They may mess up your reservation or overcharge you
Getting @bonvoyed so hard:
"Hey I have two free nights at Cat 8 booked with RC card sign up certs pre-deval. I need to change check-in date. Can I do that and you ensure reservation and certs won't get messed up?"
"Yes sir Mr. Kerr, no problem, I'll do that for you"
— Richard Kerr (@AwrdTravel101) May 24, 2019
At the end of 90 minutes on the phone with @MarriottBonvoy I'm told there is no one else I can speak to. No one who can help. No supervisor. No email to contact. No one to show my confirmation emails to. They will give me a case number but said it will be immediately closed.
— Mommy Points (@mommypoints) May 17, 2019
Richard eventually gave up, canceled his reservation and changed to a Hyatt while Summer had to wait for the “Bonvoy Assist” Twitter team to get involved to get her points back after several hours on the phone and being told that she was lying.
They’re not the only ones. The Bonvoyed website now has over 1,200 entries from people telling their battle stories with Marriott Customer Service.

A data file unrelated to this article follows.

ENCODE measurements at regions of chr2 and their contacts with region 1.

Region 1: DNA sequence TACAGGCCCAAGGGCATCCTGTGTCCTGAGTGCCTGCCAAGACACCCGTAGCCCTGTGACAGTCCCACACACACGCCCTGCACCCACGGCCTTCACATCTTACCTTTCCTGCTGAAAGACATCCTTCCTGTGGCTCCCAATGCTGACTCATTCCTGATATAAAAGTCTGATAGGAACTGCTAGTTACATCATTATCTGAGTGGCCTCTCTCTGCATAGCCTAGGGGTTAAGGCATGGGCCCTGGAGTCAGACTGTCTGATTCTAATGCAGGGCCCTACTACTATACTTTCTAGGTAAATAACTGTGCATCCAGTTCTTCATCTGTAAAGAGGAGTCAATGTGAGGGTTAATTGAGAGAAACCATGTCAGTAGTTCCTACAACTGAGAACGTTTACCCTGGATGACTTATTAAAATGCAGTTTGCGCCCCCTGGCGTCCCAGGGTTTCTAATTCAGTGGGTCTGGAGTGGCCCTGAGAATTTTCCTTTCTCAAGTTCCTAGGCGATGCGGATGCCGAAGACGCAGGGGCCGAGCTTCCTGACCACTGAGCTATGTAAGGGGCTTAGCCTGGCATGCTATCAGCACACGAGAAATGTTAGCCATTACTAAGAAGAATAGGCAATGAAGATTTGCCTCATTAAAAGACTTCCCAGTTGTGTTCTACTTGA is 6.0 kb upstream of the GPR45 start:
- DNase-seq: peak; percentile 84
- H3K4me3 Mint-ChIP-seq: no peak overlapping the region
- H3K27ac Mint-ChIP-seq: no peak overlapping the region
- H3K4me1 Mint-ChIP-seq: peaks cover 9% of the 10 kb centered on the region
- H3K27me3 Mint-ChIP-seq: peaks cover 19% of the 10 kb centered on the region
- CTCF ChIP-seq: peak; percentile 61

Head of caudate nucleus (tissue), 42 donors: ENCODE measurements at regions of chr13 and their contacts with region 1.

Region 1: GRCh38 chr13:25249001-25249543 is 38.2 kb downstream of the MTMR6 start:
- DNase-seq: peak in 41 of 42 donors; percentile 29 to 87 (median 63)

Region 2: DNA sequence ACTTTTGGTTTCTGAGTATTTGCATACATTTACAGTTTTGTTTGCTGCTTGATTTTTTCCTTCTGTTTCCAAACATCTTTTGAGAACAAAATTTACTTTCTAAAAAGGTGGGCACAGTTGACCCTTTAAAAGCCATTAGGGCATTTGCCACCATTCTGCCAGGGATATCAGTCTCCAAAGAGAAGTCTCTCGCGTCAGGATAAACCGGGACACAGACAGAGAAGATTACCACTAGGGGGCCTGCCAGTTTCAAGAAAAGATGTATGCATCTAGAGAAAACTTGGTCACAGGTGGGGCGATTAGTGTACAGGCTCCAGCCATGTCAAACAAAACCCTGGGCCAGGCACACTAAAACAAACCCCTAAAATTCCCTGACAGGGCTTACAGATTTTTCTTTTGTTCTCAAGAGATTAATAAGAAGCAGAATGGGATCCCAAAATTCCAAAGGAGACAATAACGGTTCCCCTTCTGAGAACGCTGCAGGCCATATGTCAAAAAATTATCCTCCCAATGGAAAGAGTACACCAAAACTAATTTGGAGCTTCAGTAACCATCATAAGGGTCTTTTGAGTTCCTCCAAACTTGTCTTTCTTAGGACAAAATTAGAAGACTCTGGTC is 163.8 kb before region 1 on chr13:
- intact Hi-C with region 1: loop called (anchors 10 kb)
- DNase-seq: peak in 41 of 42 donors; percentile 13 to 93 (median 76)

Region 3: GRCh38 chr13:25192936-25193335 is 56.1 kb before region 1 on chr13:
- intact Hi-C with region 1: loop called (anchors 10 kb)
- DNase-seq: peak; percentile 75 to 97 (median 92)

How bad has this become? The fear of having a problem is now keeping people from booking at Marriott hotels or making them not call in when an issue arises.
They might not give back points or free night certificates
Take the story from Nick on Frequent Miler. He lost track of a free night certificate that never showed up in his account. While his take is about the search for the email, the underlying issue is why didn’t the certificate show up automatically and why should he need to follow up just to get back what was his? This was Marriott’s explanation:
I asked her if certificates need to be manually reinstated like this after canceling. She told me that sometimes the certificates automatically detach from the reservation when you cancel, but sometimes they stick and need to be manually detached from the reservation.
So sometimes things work but oftentimes they don’t. That should be the new Bonvoy slogan.
They might not give you the right number of points (or any points at all)
#Bonvoyed can also apply to the earning of points in the Bonvoy program. What if you don’t receive credit or the proper number of points for a stay? Bonvoy is asking the guest to provide the folio (receipt) in order to get credit. This isn’t from a partner but from one of their own hotels and you need to provide them with a receipt.